My next recharge spot was Yosemite Pines RV Resort, 20450 Old Highway 120, Groveland CA 95321. I called ahead to make sure it would be OK. They seemed to be a bit puzzled by a crazy-looking guy with a wooly beard and baseball cap in a sports car small enough to fit inside many of the other vehicles parked there. But they let me give it a go. I happily paid them $20 for their trouble, sat in the shade and read my Amazon Kindle while my car ate electrons at 240V/40A. I also walked a few loops around their nature trail for my daily exercise. After one of the loops, I returned to find that the circuit breaker had tripped. Resetting it worked fine but I lost a bit of time. After that I monitored the breaker more closely.
With my charge level was up to 88%, I figured I’d conservatively have enough for at least 150 miles -- enough for the 80-mile round trip to the Yosemite Valley and a 50-mile side trip to Glacier Point. That also gave me enough margin of error for comfort – and for spur-of-the-moment changes while poking around the valley.
Groveland into Yosemite Valley was pure joy. By then it was nearly 6pm, still plenty of light but not much traffic. I wasn't in a hurry and wanted to drive conservatively to conserve energy -- but my Roadster seemed eager for more. "This is what this car was born to do," I thought. Though it was beginning to get cool, I had the top off; driving thru the pines with the evening light and the increasingly scenic landscape and the wonderful Roadster motor purr was magic.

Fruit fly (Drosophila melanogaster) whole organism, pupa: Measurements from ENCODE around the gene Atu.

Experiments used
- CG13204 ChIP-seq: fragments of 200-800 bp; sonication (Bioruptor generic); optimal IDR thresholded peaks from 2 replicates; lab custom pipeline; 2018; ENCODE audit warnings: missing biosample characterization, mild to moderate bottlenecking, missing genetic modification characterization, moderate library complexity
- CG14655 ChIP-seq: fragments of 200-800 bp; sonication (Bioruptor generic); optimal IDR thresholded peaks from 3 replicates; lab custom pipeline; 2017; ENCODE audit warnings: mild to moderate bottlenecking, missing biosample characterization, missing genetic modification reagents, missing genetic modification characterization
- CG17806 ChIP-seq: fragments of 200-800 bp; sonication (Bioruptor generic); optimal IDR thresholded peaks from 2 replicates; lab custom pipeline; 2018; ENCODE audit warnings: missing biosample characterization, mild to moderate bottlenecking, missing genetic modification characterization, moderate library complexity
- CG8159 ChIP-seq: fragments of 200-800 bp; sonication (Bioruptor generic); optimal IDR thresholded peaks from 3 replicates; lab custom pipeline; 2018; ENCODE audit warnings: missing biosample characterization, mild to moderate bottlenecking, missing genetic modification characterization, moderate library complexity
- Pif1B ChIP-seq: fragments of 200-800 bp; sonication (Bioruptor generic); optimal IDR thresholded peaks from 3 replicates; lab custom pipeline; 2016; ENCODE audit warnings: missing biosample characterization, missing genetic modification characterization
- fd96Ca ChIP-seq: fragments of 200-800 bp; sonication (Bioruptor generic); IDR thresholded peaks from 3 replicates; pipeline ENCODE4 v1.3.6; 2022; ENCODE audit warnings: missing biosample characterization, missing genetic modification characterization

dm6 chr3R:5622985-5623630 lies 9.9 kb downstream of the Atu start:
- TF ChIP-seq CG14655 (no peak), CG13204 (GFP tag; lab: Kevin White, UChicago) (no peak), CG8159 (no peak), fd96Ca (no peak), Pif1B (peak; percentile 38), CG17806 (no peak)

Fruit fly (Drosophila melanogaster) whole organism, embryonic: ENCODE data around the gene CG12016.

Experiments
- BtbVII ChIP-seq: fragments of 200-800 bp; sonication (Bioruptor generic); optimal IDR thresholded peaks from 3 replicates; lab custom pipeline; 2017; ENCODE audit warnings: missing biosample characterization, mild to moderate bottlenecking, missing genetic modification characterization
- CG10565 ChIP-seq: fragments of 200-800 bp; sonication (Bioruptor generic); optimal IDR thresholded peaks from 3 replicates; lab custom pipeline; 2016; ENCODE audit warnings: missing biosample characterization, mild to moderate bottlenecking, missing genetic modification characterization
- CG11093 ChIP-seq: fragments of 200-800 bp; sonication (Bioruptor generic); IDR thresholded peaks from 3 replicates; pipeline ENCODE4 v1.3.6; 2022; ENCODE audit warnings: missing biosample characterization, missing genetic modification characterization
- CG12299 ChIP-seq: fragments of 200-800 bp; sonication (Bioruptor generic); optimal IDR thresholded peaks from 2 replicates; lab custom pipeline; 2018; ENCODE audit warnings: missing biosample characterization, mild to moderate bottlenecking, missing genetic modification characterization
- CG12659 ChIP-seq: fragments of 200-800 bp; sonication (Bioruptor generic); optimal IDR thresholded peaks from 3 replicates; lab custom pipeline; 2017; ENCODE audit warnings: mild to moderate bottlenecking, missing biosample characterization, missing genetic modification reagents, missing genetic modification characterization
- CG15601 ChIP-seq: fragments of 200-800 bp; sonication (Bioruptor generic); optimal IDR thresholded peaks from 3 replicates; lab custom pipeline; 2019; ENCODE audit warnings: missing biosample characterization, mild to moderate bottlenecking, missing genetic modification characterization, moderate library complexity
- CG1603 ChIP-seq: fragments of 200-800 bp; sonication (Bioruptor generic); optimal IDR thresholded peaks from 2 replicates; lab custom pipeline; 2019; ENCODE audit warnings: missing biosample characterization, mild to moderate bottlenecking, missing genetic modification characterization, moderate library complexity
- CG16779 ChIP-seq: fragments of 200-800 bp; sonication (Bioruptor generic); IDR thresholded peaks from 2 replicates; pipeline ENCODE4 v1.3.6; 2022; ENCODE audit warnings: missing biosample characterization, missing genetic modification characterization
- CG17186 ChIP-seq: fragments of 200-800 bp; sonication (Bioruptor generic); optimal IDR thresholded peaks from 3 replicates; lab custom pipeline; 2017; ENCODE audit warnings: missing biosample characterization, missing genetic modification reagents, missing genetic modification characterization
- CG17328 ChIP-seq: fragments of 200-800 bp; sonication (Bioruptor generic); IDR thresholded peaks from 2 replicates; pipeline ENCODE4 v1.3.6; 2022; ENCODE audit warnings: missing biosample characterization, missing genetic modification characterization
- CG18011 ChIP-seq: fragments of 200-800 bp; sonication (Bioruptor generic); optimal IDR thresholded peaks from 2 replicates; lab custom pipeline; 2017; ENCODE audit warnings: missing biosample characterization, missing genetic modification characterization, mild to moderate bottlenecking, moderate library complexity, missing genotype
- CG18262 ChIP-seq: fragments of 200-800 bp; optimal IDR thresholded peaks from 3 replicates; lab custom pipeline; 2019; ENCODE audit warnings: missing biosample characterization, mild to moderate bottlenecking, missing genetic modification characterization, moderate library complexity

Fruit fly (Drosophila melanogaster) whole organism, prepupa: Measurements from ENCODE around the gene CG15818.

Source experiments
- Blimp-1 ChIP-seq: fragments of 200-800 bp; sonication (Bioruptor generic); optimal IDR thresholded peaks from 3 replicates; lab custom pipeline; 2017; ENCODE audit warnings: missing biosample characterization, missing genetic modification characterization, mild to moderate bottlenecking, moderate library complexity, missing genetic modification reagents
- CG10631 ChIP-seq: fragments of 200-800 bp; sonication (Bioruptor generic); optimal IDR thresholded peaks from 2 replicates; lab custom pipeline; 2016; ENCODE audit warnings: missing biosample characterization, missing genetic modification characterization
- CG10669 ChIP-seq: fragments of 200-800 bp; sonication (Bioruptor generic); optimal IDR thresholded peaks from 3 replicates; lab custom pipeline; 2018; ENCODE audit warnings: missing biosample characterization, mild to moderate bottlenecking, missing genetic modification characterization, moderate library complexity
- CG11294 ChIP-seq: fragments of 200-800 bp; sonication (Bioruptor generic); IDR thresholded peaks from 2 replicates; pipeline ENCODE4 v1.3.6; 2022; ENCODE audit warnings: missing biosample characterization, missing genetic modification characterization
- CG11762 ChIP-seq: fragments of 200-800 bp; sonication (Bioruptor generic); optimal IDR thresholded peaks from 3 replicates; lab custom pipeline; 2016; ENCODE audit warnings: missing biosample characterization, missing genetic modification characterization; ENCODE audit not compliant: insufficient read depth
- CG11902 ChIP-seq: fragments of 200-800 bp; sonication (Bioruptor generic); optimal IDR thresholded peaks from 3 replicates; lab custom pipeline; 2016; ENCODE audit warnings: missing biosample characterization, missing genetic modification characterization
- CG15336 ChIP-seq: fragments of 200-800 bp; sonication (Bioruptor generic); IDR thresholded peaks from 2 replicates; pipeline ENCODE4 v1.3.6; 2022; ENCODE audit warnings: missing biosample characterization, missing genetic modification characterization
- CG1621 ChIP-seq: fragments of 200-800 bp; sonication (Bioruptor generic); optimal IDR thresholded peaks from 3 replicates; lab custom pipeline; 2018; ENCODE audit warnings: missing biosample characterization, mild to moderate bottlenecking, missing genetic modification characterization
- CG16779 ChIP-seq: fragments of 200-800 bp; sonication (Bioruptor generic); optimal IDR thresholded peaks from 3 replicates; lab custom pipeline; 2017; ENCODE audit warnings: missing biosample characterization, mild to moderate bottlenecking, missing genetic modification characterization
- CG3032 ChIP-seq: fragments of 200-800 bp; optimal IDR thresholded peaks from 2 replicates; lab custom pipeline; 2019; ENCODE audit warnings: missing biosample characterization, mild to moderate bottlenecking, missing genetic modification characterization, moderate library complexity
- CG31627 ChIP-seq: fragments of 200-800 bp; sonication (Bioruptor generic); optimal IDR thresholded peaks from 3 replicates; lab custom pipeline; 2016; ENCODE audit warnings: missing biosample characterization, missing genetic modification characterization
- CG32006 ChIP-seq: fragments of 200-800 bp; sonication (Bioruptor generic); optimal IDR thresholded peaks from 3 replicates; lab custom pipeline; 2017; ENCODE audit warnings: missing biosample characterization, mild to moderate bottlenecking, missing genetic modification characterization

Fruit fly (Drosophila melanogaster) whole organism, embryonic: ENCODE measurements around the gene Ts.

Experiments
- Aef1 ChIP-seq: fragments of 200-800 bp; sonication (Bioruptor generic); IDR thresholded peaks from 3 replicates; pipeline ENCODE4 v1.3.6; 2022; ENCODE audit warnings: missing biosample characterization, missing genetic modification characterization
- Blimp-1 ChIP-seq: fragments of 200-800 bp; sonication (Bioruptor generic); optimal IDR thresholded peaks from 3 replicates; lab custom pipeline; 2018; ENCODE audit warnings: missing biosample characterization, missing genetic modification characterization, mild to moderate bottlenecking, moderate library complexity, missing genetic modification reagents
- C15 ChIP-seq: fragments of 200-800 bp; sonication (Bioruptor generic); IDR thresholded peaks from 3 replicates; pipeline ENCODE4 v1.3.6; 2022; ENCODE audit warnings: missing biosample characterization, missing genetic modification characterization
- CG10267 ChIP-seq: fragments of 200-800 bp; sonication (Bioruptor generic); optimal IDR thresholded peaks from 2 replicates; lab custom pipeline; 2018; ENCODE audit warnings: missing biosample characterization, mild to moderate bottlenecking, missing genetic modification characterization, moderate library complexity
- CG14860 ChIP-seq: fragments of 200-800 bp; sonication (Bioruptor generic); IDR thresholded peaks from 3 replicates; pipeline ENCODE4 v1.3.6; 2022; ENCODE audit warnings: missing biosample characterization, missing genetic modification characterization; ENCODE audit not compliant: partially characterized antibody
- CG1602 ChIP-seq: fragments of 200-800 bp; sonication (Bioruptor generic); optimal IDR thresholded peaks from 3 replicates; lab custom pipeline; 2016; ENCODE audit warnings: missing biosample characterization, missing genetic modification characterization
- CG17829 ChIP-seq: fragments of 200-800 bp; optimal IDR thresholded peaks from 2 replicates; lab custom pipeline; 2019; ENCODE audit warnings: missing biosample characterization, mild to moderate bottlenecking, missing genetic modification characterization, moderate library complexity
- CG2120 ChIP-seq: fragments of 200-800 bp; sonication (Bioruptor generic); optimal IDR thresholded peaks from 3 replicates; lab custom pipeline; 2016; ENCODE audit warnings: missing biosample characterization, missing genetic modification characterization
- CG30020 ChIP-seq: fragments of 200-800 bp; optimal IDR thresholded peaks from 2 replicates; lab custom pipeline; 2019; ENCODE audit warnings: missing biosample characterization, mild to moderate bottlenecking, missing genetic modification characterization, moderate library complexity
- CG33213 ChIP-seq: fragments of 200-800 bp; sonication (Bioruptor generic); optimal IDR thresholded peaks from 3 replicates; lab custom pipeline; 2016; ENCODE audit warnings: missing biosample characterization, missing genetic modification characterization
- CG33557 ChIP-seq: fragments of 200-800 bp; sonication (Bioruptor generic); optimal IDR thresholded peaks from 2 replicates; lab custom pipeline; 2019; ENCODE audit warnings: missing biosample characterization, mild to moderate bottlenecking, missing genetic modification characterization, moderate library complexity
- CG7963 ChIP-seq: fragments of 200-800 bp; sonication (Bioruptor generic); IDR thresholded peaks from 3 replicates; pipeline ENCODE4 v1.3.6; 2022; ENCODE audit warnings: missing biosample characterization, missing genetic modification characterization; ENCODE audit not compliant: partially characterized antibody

Even driving slowly, I caught up with other cars. Ordinarily that's a source of considerable aggravation because passing in the foothills can be difficult in an ordinary car. But the Tesla is almost motorcycle-like in its torque and therefore passing ability. You so much as think of accelerating, and the other car is safely behind in your rearview mirror. The passing ability inspires confidence without nervous anticipation – no worries, just effortlessness.
Then I got to the Yosemite Valley – the pristine home of Half Dome, Bridalveil Falls and other delights. It was almost sensory overload: I loved the feel of the steering wheel in my hands and the cool mountain air blowing past. With the gentle purr of the motor instead of the growl of an internal combustion engine, I delighted in the bird songs and waterfalls amid the sequoias and granite cliffs – and I was consuming all these sights without a drop of stinky gasoline. Life doesn't get much better than this.
I checked in at the famous Ahwahnee Lodge and asked if they could come up with a way to charge the car. They tried. But the best they could do was 120V. That's still better than nothing; I got about 7kWh overnight. Someone with better people skills should get a Tesla charger installed there. I would be happy to chip in a significant fraction of the cost.
In the morning, I made my loop to Glacier Point. Going up from the Valley, I couldn't keep the Roadster well behaved any longer. It was begging to strut its Lotus DNA and Tesla power. The electric powertrain is pure joy on a road like that! No shifting, no dancing on the pedals while trying desperately to keep the engine in its powerband.